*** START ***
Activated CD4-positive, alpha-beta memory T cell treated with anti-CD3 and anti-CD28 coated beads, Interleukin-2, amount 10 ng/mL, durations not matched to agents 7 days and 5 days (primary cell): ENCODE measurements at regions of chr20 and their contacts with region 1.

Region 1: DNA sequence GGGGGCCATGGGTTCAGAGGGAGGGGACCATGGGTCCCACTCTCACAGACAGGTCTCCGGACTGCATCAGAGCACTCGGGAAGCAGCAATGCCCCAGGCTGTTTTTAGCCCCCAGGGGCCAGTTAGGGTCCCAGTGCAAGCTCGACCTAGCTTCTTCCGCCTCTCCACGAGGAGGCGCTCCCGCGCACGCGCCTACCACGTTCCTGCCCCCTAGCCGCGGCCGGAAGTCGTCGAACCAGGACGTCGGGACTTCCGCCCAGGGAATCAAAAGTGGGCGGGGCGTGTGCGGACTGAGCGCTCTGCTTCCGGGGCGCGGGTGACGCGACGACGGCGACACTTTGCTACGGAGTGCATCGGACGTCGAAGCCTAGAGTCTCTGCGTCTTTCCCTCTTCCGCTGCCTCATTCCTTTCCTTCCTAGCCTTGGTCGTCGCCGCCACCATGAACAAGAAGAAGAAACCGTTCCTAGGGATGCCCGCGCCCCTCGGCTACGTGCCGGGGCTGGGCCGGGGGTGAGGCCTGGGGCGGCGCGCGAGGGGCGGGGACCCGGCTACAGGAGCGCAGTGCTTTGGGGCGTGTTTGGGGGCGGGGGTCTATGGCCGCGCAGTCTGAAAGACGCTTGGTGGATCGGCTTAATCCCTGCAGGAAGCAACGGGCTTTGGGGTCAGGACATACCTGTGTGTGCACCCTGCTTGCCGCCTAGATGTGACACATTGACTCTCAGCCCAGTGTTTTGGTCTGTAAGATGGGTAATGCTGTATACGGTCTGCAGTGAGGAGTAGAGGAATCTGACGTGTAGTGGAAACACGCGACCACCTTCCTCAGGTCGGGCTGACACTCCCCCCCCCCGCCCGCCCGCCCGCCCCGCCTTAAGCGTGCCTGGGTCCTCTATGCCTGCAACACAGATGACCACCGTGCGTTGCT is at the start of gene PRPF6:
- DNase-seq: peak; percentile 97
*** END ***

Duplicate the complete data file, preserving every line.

Activated CD4-positive, alpha-beta memory T cell treated with anti-CD3 and anti-CD28 coated beads, Interleukin-2, amount 10 ng/mL, durations not matched to agents 7 days and 5 days (primary cell): ENCODE measurements at regions of chr20 and their contacts with region 1.

Region 1: DNA sequence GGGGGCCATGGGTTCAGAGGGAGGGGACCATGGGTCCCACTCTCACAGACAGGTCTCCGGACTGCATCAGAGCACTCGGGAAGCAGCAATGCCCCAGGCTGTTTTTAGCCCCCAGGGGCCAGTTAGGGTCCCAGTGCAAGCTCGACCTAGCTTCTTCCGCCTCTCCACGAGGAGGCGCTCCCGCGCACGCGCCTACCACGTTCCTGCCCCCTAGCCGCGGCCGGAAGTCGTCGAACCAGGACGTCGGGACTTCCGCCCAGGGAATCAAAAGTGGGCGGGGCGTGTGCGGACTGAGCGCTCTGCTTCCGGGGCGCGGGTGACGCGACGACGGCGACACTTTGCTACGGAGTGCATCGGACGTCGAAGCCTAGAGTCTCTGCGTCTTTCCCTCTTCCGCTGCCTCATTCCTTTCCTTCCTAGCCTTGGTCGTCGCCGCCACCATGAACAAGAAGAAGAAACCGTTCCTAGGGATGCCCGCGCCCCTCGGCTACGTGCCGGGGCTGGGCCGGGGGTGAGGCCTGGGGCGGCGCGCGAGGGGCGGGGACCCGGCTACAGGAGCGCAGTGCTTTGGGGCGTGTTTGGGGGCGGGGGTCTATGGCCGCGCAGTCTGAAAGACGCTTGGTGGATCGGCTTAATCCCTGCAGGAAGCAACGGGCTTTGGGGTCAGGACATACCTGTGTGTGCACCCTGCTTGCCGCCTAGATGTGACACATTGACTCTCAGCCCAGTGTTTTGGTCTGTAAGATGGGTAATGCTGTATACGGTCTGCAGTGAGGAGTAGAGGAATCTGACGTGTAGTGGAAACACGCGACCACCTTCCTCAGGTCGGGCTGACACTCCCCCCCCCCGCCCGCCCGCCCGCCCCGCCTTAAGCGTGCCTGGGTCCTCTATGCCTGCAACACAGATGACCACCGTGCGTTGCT is at the start of gene PRPF6:
- DNase-seq: peak; percentile 97